The Indian Davis Cup team is at interesting crossroads. On one hand is the chance to win the tie against Japan and give themselves another shot at the World Group, the elite league they haven't been able to break into for the last 10 years, while on the other is the obvious rift in the team, which has threatened to tear the unit apart completely.
But, curiously, the whole finger-pointing and cross-firing between the two camps seems to have given the players something to fight for.
If Rohan Bopanna, who comes into the tie with a minor injury worry, and Prakash Amritraj are able to get the better of their higher-ranked Japanese opponents, not only will India stand to gain, but it will also strengthen their case for Leander Paes's ouster from the helm. Their failure could mean a complete breakdown in the team, in which they are the key singles players, and the stand they so vehemently took a few weeks ago.
Though the cracks in the team are evident, and the players, thankfully, are not even trying to put on a face, there is a certain intent and intensity to the whole exercise. The players have put in the hard yards, with or without each other, and looked sharp during their final practice session on the DLTA main court.
"The practice, the match-ups everything is done, now it's time we get down to playing," declared captain Leander Paes at the draw ceremony in New Delhi on Thursday morning.
Bopanna, who has been laid low by a knee inflammation, played a full session with a heavily strapped knee and could suffer Friday morning blues as he has been drawn to start the tie against Japan's debutant, and tennis' latest wonderboy, Kei Nishikori. Amritraj will play the second singles on Friday against Go Soeda.
While Nishikori and Japan's No 2 Soeda, ranked 118 and 156 on the ATP charts respectively, are well ahead of the Indians -- Amritraj is world No 261 while Bopanna is placed at 326 -- the experience of the hosts can swing the tie their way.
"Experience does count a lot in Davis Cup matches," said Paes. "But at the same time we cannot forget that they have two very good singles players. Nishikori has been in excellent form in the past few weeks and he must have taken back a lot of confidence from his win against James Blake at Delray Beach. Whatever they come up with, we got to be ready to play."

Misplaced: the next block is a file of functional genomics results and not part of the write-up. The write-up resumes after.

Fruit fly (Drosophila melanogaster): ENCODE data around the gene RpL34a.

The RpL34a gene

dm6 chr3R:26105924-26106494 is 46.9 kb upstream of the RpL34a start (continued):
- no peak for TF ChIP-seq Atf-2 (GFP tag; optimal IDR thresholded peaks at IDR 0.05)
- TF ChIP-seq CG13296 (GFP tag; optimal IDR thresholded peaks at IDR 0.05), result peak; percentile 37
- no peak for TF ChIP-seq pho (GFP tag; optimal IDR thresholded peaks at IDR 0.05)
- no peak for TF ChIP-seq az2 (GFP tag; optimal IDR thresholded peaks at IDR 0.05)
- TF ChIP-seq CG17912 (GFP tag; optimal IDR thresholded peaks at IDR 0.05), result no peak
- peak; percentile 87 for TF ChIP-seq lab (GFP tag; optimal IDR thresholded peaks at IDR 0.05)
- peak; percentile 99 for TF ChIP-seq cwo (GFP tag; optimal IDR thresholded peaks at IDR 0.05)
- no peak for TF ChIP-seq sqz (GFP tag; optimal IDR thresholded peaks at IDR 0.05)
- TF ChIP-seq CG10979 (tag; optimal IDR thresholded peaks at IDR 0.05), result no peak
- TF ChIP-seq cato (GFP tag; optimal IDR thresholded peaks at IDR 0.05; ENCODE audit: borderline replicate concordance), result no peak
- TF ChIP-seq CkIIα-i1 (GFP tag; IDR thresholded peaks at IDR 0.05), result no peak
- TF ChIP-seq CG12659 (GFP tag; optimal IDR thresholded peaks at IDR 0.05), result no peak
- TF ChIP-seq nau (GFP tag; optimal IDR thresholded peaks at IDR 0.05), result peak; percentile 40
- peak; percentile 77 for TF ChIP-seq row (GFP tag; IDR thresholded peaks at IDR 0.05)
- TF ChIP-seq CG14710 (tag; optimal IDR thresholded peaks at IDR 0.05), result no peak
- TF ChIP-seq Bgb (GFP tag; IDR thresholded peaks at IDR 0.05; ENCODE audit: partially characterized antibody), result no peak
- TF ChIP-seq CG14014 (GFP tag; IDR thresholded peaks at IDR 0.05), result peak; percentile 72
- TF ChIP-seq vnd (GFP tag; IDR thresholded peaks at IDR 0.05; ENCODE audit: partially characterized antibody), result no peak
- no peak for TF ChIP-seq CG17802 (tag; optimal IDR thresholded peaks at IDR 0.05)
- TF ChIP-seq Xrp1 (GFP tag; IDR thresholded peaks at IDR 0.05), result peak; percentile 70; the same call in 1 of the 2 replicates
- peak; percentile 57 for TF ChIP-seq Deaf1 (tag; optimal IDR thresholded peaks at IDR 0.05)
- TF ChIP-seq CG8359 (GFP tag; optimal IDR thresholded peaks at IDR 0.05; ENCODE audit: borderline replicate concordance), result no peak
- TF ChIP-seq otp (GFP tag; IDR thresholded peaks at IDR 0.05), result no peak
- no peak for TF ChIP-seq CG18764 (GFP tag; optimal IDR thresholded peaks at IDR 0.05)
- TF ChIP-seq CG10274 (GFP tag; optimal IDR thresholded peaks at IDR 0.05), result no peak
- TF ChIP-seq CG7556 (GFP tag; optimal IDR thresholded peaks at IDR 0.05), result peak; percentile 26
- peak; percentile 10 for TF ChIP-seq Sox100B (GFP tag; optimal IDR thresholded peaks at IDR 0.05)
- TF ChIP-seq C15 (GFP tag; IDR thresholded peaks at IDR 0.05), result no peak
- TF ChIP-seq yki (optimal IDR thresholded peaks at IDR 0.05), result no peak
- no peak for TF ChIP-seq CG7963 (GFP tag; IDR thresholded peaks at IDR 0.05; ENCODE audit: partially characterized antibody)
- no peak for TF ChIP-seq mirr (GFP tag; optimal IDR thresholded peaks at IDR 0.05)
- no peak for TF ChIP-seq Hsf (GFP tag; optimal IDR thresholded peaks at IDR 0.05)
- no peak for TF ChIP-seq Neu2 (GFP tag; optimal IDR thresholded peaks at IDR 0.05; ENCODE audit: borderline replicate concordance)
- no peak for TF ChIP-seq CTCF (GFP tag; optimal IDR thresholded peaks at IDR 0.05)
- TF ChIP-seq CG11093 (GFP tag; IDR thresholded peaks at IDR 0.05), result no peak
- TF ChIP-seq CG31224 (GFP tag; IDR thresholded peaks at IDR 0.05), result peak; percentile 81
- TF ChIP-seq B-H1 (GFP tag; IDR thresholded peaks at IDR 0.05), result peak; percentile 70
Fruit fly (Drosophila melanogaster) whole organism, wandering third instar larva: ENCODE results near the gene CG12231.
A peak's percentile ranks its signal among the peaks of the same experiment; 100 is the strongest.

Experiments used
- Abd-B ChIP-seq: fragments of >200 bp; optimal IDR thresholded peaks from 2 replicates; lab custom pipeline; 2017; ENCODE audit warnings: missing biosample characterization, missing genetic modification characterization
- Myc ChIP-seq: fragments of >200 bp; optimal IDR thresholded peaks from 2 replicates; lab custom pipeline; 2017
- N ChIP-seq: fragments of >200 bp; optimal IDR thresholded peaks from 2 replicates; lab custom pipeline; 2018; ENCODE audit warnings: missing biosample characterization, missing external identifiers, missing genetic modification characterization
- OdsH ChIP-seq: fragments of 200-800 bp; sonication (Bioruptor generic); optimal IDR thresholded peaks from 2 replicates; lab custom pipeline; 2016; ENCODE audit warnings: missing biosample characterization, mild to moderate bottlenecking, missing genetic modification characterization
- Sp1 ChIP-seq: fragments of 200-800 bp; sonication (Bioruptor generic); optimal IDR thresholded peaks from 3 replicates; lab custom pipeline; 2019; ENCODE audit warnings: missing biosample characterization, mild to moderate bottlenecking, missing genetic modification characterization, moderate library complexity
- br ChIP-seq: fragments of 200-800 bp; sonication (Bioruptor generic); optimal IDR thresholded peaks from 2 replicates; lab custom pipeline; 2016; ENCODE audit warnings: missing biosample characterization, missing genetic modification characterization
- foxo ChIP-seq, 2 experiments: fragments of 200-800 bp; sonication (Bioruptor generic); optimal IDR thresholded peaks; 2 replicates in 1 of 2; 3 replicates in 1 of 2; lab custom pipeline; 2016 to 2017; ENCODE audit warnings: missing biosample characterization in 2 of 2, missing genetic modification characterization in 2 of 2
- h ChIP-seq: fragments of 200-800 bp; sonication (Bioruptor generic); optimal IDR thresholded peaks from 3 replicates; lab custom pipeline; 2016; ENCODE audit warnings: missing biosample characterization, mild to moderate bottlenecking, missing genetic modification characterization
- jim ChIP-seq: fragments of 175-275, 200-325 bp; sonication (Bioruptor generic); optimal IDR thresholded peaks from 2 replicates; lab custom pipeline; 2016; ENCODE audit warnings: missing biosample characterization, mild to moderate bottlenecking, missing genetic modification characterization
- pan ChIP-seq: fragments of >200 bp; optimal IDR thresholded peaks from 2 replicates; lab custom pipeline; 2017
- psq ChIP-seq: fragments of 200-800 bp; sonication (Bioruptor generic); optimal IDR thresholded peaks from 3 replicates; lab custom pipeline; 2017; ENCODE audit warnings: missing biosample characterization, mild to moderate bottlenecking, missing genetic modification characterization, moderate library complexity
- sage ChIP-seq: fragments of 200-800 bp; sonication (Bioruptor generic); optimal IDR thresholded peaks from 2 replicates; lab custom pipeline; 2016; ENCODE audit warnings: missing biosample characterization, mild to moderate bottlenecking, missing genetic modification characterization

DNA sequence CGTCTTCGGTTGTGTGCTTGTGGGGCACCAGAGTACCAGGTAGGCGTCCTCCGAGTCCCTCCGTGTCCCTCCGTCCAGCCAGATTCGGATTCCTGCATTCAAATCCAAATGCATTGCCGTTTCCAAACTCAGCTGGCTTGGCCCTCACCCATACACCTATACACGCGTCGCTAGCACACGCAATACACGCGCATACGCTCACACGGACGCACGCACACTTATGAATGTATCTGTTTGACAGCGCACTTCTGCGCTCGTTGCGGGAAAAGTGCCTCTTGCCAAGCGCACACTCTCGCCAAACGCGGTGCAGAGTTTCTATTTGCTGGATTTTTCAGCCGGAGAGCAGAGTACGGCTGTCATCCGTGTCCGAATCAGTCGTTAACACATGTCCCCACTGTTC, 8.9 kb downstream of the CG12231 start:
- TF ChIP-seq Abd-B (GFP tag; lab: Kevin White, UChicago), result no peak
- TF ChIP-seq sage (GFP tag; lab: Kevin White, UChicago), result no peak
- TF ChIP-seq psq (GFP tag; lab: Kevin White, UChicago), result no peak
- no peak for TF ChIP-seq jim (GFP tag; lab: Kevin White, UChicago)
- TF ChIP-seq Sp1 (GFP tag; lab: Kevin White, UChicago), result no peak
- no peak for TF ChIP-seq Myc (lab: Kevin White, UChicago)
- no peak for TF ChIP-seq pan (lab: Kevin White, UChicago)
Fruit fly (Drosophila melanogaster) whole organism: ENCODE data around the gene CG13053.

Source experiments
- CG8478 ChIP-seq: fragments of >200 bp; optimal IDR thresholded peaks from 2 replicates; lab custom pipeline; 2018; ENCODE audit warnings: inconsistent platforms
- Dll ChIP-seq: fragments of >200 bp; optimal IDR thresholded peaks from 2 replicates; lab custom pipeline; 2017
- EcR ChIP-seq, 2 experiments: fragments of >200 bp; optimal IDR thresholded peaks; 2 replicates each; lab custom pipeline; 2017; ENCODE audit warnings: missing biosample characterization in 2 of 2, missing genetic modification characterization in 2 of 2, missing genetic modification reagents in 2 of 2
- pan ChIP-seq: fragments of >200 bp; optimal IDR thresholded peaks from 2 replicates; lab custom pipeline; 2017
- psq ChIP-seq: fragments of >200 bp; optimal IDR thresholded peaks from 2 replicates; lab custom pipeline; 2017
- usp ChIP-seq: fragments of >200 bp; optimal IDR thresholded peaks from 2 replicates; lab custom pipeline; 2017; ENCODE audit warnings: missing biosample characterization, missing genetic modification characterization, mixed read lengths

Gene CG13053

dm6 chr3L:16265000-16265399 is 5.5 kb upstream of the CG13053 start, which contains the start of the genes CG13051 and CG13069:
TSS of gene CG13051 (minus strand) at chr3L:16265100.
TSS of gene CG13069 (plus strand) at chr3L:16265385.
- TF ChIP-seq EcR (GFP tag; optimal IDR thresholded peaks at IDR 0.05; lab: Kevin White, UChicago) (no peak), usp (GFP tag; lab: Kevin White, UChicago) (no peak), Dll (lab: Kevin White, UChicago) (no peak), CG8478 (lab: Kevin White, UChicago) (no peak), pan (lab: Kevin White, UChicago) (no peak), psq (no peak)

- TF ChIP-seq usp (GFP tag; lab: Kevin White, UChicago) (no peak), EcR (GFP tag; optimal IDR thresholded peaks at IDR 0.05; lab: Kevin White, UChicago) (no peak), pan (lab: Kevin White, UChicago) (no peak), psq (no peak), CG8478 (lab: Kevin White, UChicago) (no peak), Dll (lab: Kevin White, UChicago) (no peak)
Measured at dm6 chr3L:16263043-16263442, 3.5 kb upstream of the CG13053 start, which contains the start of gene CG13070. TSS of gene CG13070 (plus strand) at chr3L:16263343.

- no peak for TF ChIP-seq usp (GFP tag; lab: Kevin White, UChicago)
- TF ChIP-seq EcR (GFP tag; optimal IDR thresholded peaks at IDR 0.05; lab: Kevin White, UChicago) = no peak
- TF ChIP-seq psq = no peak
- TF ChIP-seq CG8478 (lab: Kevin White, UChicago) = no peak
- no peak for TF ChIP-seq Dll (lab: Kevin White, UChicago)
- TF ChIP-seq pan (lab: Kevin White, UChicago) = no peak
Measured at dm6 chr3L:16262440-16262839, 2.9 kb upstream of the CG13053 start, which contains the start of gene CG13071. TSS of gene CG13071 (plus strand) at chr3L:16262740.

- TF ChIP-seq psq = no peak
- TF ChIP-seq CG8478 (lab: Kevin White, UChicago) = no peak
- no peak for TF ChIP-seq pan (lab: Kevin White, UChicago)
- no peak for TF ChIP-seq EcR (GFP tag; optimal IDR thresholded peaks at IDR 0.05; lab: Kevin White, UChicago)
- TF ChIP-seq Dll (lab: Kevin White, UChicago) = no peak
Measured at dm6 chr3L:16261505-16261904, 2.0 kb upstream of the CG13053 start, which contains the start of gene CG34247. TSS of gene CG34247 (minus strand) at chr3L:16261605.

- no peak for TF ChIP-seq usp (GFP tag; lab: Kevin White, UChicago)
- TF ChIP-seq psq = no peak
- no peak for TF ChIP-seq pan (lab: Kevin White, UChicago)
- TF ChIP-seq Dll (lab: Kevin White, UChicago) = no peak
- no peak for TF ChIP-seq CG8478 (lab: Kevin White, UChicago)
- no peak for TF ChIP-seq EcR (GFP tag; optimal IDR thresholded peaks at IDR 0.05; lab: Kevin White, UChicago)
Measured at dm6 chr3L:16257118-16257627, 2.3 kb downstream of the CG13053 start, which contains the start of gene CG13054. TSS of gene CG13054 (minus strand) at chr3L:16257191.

India have a certain edge over the visiting team in the doubles, but Paes, who will be partnering Bhupathi for the first time since they won the 2006 Asian Games gold in Doha, said nothing could be taken for granted.
"(Takao) Suzuki and (Satoshi) Iwabuchi are an accomplished team; they won the Tokyo event last year. But we have also won Grand Slams, many of those, we can't discount that, and are obviously confident of doing well but in Davis Cup you can never say."
It is no secret that the Indian weather and the courts in New Delhi are always the trickiest enemies for visiting teams. While the heat and humidity hasn't gone through the roof in the capital so far, the uneven bounce on the playing surface caused a few problems for the Japanese players during their one-hour session on the main court.
"We can expect this; it's not Wimbledon," smiled Japan's most experienced Davis Cupper Suzuki, who has been put on doubles duty, as of now. "The bounce is a little bit up and down but it will be the same for the Indians also."
Nishikori, who will be confronting grass after a gap of three years, hoped that he would quickly adjust to the conditions in his opening match.
The sharp contrast in the team atmospheres also made a telling picture on the eve of the tie. While the Indian team enters, wanders and leaves in groups, the Japanese looked like a strong unit despite being a much bigger contingent. The cheerful and soft-spoken lot that they are, they startled onlookers when the entire team got together in a huddle and gave a war-cry.
"What are our chances? We came here for winning this tie," said the non-playing Japanese captain Eiji Takeuchi.
Though Japan will start as favourites in this tie, India have reason to count on their home advantage. And with a lot more than just the result of the tie at stake, added aggression from the Indian boys on their favourite surface would help.